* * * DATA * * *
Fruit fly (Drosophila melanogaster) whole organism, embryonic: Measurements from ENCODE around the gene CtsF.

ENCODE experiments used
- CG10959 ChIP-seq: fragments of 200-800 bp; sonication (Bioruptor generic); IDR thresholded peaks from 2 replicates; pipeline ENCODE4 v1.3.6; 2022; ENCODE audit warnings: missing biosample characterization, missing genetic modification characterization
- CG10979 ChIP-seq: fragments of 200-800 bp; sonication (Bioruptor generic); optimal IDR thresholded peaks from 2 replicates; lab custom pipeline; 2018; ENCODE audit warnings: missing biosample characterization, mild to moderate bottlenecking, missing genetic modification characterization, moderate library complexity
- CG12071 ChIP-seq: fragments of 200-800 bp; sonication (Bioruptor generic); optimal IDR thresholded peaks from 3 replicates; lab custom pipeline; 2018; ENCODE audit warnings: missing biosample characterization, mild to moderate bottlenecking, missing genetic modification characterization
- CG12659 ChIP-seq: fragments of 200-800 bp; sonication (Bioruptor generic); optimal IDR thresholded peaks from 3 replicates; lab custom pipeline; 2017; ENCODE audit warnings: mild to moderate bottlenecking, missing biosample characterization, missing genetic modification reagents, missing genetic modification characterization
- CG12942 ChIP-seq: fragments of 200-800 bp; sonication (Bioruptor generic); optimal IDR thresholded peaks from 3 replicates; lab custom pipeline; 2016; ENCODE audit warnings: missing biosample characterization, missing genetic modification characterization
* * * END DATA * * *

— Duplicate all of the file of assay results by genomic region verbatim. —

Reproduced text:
Fruit fly (Drosophila melanogaster) whole organism, embryonic: Measurements from ENCODE around the gene CtsF.

ENCODE experiments used
- CG10959 ChIP-seq: fragments of 200-800 bp; sonication (Bioruptor generic); IDR thresholded peaks from 2 replicates; pipeline ENCODE4 v1.3.6; 2022; ENCODE audit warnings: missing biosample characterization, missing genetic modification characterization
- CG10979 ChIP-seq: fragments of 200-800 bp; sonication (Bioruptor generic); optimal IDR thresholded peaks from 2 replicates; lab custom pipeline; 2018; ENCODE audit warnings: missing biosample characterization, mild to moderate bottlenecking, missing genetic modification characterization, moderate library complexity
- CG12071 ChIP-seq: fragments of 200-800 bp; sonication (Bioruptor generic); optimal IDR thresholded peaks from 3 replicates; lab custom pipeline; 2018; ENCODE audit warnings: missing biosample characterization, mild to moderate bottlenecking, missing genetic modification characterization
- CG12659 ChIP-seq: fragments of 200-800 bp; sonication (Bioruptor generic); optimal IDR thresholded peaks from 3 replicates; lab custom pipeline; 2017; ENCODE audit warnings: mild to moderate bottlenecking, missing biosample characterization, missing genetic modification reagents, missing genetic modification characterization
- CG12942 ChIP-seq: fragments of 200-800 bp; sonication (Bioruptor generic); optimal IDR thresholded peaks from 3 replicates; lab custom pipeline; 2016; ENCODE audit warnings: missing biosample characterization, missing genetic modification characterization